Still banged up abroad

Our time in jail, contrary to popular belief was for the most part… Not pleasant by a long stretch, but mostly hassle free. There were no fights but some people came and others went, and naturally some people got on and some people didn’t.

We kept to ourselves but answered the usual questions about where we were from etc, as we obviously stood out amongst the usual local crowd and managed to get along with the russian we had learnt. Everyone in the cell after all were all in the same situation. Our daily routine would be to be taken out in the morning into the jail grounds, which on our first morning was the first time we had seen the place in daylight.

The building in which we were staying was one of many small buildings inside a larger walled complex. We were escorted outside and our names were called and we were separated into 2 groups, about 20 men in each. After that, our pictures were taken and each group was given a single loaf of bread to split amongst the group. Whilst this was all happening I managed to get the attention of one of the guards who looked to be in charge and asked if we could call our embassy. Parts of the conversation were obviously lost in translation but he knew what we wanted to do and after about 2 minutes of trying to have a conversation he called our friend who had left his number, he wouldn’t let us talk to him and after he hung up he just walked away.

After, we were ushered back indoors and placed in a room with stone walls which resembled a make shift canteen. There we were served one bowl of noodle soup each with some bread by the few female prisoners in the jail, who were all staying in a single cell down the corridor from ours. We were then taken back to the cell where we would sit all day and just either talk or be stared at by people in the corners on drugs or playing card games. Some of the older men had managed to bring some money in and had paid some of the guards to bring food in for them. Which they were nice enough to share with us. So occasionally we would be able to have a drink and some salami sandwiches as we couldn’t drink from the tap next to the “toilet”, because of its magical diahretic effect on us. And the last place we wanted to find ourselves, was over a hole in the ground with diahrea trying to go to the toilet in front of the best part of twenty men in close proximity. So understandably we refrained.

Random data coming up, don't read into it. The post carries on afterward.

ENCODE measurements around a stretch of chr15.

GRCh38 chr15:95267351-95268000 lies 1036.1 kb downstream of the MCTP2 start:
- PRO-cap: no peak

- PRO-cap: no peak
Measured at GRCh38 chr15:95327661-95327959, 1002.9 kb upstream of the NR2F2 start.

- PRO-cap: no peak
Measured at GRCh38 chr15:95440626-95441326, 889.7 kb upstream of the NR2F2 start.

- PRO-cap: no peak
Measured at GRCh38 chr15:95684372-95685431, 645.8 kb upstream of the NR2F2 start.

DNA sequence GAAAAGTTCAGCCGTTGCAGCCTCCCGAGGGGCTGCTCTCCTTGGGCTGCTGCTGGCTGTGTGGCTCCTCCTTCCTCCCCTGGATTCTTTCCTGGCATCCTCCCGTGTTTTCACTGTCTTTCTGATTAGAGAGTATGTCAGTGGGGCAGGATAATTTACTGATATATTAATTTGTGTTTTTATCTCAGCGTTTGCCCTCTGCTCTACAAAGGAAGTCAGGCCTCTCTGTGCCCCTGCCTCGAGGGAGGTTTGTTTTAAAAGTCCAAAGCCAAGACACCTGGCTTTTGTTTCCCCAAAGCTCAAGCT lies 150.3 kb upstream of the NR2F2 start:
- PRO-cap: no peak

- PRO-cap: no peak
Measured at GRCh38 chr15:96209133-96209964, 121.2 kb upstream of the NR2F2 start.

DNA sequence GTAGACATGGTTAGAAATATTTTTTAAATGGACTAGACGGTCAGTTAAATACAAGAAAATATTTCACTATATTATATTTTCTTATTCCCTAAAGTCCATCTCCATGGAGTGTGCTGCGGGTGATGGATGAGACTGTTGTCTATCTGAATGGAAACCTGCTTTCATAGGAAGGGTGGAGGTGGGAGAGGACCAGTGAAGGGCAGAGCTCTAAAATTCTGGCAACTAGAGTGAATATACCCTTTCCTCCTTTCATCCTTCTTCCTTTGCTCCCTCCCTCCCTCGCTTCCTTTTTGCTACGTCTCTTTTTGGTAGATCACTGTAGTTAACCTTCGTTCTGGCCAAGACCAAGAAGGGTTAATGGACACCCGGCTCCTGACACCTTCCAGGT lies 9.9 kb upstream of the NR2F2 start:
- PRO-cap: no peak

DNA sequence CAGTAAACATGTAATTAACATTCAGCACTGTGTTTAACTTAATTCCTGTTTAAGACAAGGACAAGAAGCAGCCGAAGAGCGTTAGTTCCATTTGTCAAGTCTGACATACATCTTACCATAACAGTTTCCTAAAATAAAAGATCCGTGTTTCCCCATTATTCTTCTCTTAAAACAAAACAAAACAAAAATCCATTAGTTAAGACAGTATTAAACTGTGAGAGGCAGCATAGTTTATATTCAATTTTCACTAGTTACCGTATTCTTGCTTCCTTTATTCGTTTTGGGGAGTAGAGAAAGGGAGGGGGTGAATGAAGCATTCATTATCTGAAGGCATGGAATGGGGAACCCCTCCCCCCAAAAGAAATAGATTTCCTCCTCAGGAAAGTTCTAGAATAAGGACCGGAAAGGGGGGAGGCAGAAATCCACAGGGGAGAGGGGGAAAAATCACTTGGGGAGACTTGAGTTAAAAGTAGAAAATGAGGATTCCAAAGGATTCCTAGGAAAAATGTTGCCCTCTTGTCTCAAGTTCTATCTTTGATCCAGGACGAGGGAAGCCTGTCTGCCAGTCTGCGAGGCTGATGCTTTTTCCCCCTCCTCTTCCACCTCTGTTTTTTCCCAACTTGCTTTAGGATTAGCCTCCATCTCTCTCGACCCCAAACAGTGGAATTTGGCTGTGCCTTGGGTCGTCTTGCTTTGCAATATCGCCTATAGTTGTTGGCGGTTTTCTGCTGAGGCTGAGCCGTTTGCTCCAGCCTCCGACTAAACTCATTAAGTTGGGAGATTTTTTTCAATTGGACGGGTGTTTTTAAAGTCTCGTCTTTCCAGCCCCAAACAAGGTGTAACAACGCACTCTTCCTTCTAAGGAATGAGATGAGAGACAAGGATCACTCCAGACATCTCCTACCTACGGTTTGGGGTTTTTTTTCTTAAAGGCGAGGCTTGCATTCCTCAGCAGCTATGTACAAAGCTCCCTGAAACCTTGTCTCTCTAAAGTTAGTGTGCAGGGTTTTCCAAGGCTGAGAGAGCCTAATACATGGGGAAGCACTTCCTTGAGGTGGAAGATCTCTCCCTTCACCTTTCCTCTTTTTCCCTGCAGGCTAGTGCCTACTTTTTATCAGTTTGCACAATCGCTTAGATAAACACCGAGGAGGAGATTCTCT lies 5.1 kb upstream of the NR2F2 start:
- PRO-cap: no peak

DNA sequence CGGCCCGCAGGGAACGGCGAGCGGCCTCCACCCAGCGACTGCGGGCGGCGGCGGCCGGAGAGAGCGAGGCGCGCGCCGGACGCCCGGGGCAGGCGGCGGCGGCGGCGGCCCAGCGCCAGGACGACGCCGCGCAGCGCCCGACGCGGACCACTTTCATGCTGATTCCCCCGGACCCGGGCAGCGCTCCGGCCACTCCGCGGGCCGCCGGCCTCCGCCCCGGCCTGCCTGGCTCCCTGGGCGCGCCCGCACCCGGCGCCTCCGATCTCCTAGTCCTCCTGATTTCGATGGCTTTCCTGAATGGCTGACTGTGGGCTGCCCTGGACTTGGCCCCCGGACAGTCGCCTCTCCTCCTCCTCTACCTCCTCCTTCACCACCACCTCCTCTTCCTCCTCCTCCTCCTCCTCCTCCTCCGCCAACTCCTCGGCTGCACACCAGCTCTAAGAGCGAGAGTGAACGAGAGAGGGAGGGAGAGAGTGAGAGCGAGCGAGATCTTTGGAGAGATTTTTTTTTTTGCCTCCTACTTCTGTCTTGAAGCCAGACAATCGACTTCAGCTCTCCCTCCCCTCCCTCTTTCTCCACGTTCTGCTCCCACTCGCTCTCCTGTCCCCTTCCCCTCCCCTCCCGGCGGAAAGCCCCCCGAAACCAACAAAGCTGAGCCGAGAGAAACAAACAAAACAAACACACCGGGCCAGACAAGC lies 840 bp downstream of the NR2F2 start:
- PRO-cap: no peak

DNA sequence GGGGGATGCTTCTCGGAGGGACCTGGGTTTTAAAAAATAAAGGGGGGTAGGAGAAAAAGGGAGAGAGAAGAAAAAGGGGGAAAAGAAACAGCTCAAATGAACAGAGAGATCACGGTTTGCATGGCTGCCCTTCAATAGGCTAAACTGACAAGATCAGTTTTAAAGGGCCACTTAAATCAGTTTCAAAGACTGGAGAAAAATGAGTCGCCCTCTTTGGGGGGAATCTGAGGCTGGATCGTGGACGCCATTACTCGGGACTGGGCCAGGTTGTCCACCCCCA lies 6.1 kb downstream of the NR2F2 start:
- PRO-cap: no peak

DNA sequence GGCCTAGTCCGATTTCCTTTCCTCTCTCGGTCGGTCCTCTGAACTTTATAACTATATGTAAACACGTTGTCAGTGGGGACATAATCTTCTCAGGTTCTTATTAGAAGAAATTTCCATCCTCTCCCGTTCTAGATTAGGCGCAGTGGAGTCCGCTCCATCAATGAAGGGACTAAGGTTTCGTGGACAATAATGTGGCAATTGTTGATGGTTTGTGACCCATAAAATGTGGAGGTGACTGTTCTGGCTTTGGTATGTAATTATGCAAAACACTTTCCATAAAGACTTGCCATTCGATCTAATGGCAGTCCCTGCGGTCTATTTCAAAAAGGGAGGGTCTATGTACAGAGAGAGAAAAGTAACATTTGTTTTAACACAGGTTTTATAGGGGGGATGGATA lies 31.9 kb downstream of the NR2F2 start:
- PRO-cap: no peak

The occasional problem arose maybe once a day, once when we were separated from the group during role call, taken inside and told to strip and asked where our dollars were. We had no dollars, but they seemed to think we were just rather good at hiding them. And another case where we were all suddenly woken up in the middle of the night and told to exit the cell and made to line up against the wall in the corridor whilst two men, who we assumed were policemen, slowly stood and eyeballed each man individually as if to be trying to find someone who had committed a crime they were investigating. They asked a few men some questions and then we were told to go back to sleep.

On one of the days we were even taken to what people in the van were telling us was a court. But we were not allowed to go inside. Instead we were told to stay in the van with the driver whilst a man with a file of papers went inside. They had said our friend could join us because he was our “translator”, but because we were not allowed inside, once he met us there he was told to just sit there with us. So he did just that, we talked and he told us he had let our parents know and was in contact with the embassy.

That night we slept well… Kind of, occasionally with both eyes closed, knowing something was being done.

About theborderwalk

Journey on foot from the UK to Australia.

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